As I push forward with my current project, one question I’m asking is “What promises are being made?”
The first chapter explores the main character’s everyday life, which is one of constant threats and daily struggles to survive, and where she has to stay focused and vigilant because danger lurks.
I need to ensure I maintain the mood even as I show she has built a decent life for herself regardless of the threats she continuously faces. It’s a challenge to keep the good and bad aspects of her life balanced so the despair she experiences is not lost.
Then, that decent life is disrupted causing the future to look ever more difficult.
This draft of the story is well into the second act. I’m adding more world building to what’s written as my mind minions keep adding details about future events. My outline covers the entire story, but those pesky mind minions keep adding to it. Moreover, I discover details as I write necessitating going back to set up the needed context to support them. This story is challenging, but I feel good about it.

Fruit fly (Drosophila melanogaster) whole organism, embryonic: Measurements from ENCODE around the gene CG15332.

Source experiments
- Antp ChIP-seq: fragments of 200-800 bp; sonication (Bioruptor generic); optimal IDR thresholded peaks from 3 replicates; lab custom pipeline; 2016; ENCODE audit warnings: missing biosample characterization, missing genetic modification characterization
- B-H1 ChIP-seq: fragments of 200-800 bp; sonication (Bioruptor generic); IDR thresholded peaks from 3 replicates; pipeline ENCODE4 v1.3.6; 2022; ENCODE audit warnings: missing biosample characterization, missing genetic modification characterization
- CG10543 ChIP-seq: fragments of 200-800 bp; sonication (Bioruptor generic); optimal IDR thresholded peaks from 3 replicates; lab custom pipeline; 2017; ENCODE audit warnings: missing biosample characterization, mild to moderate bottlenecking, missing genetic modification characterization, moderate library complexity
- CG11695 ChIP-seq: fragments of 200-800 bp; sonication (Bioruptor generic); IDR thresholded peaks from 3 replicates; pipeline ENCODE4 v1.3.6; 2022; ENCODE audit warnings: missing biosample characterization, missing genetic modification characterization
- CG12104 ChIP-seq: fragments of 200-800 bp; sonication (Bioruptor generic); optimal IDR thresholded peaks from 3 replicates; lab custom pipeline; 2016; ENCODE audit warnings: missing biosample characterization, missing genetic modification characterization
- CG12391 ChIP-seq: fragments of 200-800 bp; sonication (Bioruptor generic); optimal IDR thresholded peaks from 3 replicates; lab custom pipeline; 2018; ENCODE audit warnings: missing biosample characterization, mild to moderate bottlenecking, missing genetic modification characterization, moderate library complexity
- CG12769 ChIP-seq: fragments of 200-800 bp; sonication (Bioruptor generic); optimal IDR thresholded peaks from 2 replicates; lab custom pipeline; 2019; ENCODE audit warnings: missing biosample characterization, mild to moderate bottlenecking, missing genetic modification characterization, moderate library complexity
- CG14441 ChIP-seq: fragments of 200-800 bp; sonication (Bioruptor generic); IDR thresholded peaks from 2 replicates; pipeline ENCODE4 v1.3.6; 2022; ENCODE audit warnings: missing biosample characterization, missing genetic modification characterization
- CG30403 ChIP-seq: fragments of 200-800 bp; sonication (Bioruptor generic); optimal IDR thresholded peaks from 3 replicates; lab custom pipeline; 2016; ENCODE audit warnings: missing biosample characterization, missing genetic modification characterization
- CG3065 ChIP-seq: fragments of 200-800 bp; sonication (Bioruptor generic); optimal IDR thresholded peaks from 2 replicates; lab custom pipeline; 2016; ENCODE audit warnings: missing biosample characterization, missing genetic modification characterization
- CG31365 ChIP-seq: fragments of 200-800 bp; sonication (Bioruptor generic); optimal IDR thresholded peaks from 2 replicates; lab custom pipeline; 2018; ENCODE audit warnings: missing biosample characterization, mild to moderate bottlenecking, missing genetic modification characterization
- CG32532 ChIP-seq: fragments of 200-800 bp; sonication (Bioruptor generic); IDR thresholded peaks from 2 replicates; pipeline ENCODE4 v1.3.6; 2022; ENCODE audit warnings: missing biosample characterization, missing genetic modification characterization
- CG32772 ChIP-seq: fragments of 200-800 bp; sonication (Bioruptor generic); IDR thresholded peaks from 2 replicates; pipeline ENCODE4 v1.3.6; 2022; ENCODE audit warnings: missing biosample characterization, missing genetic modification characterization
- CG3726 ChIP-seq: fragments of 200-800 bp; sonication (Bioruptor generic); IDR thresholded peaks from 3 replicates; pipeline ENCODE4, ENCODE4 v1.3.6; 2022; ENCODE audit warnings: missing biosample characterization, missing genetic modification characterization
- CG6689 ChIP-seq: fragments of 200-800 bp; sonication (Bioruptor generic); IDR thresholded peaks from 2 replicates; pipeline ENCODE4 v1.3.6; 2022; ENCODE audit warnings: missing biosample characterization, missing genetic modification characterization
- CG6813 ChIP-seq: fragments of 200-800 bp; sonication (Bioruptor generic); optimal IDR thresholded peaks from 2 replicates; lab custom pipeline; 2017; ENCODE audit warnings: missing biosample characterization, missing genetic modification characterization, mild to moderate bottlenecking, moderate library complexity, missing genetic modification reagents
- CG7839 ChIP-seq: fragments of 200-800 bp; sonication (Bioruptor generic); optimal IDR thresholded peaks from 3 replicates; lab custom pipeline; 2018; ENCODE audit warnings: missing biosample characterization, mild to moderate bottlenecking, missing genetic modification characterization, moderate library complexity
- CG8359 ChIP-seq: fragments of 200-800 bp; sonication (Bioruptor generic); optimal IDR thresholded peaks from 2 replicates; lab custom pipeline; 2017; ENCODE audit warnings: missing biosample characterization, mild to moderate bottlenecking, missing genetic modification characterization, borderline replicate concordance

I invented a transdimensional door. I opened it. A red and green and silver and gold Christmas dragon wearing a Santa hat fell through. He was angry because taking him from his Earth was ruining Christmas.
His Santa Ring’s distress signal summoned more Santas from the Santa-Verse, Santas of every type and species. Chaos ensued. I was sure I would be crushed.
Our Santa brought order by returning the others to their Earths.
He told me to stop making transdimensional doors.
I think, instead of a door, I’ll make a window.
I have a tradition of writing a 100-word Christmas story for the Advent Ghosts Flash Fiction Challenge run by Loren Eaton of the I Saw Lightning Fall blog.
There are people I admire and want to be just like. Their sex, gender, race, creed, heritage, national origins, or any other classification are superfluous and irrelevant. What I’m talking about when I say I want to be just like them is based on their character.